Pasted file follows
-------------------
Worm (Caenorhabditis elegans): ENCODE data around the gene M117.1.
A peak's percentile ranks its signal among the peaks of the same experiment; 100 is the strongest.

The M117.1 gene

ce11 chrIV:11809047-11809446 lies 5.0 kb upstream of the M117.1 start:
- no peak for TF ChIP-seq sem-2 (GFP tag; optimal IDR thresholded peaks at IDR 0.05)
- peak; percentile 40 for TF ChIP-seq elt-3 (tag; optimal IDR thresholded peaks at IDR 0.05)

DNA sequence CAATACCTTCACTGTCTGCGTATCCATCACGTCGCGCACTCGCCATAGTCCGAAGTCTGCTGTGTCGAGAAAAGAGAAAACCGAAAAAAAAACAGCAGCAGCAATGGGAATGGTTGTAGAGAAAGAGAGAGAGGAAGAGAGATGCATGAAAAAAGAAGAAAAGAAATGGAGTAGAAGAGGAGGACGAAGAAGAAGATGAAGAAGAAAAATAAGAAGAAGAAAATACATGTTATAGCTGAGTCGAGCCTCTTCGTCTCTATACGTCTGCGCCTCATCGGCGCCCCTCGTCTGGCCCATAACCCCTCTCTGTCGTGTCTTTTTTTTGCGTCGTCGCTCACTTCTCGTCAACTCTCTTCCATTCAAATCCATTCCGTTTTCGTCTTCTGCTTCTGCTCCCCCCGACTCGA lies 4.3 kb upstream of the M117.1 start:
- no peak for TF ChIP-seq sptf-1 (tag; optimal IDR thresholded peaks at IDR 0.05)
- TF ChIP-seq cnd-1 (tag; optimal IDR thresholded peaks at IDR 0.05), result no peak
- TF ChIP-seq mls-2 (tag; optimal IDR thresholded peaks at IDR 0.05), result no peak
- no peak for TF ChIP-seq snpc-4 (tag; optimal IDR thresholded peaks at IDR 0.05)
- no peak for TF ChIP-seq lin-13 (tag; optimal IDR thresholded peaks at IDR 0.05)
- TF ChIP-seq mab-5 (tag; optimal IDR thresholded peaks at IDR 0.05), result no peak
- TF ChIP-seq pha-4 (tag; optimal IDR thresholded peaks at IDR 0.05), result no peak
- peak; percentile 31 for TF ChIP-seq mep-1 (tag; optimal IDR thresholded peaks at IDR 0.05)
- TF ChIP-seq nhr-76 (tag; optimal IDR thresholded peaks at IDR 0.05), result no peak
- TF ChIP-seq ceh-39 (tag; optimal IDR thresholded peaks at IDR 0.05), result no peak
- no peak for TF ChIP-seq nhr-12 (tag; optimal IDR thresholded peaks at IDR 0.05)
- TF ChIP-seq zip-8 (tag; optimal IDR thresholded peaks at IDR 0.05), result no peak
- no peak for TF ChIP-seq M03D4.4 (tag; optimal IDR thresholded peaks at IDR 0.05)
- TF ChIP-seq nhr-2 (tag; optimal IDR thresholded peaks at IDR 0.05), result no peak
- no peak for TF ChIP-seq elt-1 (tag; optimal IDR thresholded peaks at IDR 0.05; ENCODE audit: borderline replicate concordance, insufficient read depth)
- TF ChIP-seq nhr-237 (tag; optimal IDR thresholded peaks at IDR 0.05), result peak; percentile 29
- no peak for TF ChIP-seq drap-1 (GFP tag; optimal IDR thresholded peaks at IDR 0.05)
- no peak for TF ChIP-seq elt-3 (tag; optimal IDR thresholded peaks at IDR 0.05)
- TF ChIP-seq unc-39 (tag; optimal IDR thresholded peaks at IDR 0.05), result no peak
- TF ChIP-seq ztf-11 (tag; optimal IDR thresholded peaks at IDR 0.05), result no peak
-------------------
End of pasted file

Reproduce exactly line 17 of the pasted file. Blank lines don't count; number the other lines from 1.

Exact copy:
- TF ChIP-seq ceh-39 (tag; optimal IDR thresholded peaks at IDR 0.05), result no peak